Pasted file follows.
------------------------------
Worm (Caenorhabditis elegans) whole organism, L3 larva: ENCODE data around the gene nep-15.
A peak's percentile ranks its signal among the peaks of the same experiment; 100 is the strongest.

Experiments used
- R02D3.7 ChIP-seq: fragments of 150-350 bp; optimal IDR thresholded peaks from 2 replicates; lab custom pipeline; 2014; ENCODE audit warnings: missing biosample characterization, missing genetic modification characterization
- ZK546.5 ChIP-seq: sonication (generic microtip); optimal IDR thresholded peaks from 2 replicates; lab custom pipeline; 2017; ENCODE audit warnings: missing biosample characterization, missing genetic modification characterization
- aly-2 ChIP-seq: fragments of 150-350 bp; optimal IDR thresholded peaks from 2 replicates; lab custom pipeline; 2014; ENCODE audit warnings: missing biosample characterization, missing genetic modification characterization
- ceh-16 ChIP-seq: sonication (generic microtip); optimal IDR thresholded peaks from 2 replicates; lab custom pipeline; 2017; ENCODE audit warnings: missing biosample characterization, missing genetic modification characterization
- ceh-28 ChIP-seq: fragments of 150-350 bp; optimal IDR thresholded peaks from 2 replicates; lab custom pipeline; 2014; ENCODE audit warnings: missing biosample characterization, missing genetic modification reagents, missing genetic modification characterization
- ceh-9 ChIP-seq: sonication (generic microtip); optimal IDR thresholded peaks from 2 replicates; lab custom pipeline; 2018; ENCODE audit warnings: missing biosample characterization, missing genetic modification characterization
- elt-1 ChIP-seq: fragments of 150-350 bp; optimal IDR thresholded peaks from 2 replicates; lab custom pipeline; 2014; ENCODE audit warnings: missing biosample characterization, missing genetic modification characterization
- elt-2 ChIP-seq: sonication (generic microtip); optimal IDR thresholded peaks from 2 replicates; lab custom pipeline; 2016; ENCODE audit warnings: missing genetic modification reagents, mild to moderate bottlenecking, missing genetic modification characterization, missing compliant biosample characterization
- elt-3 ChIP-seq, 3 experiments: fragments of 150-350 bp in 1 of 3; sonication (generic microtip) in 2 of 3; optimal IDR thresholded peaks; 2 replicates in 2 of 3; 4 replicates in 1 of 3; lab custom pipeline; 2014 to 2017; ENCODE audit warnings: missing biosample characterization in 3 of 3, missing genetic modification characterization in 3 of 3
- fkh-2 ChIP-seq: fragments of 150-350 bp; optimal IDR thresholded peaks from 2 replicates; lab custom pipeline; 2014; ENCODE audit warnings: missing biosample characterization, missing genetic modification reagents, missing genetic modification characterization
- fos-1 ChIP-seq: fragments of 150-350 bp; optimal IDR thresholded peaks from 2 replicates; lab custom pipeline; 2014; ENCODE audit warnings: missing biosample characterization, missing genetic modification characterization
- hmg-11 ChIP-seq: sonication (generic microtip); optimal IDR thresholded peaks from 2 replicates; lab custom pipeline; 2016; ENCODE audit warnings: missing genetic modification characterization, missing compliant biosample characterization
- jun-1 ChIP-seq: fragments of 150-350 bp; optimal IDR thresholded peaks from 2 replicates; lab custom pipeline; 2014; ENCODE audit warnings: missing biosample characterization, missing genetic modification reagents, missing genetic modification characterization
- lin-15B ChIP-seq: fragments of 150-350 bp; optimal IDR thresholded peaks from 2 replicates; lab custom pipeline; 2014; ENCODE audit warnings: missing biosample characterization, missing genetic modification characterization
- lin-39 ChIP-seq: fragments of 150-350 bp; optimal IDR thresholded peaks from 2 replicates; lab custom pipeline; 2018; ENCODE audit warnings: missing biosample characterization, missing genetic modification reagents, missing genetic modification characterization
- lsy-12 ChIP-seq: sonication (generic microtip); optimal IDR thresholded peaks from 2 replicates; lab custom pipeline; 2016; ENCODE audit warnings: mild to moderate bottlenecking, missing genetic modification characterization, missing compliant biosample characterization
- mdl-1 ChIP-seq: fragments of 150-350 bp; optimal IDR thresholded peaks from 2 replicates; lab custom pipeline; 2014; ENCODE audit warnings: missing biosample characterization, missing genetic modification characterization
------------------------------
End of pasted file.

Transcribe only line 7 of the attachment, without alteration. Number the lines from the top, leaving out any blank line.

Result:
- ceh-16 ChIP-seq: sonication (generic microtip); optimal IDR thresholded peaks from 2 replicates; lab custom pipeline; 2017; ENCODE audit warnings: missing biosample characterization, missing genetic modification characterization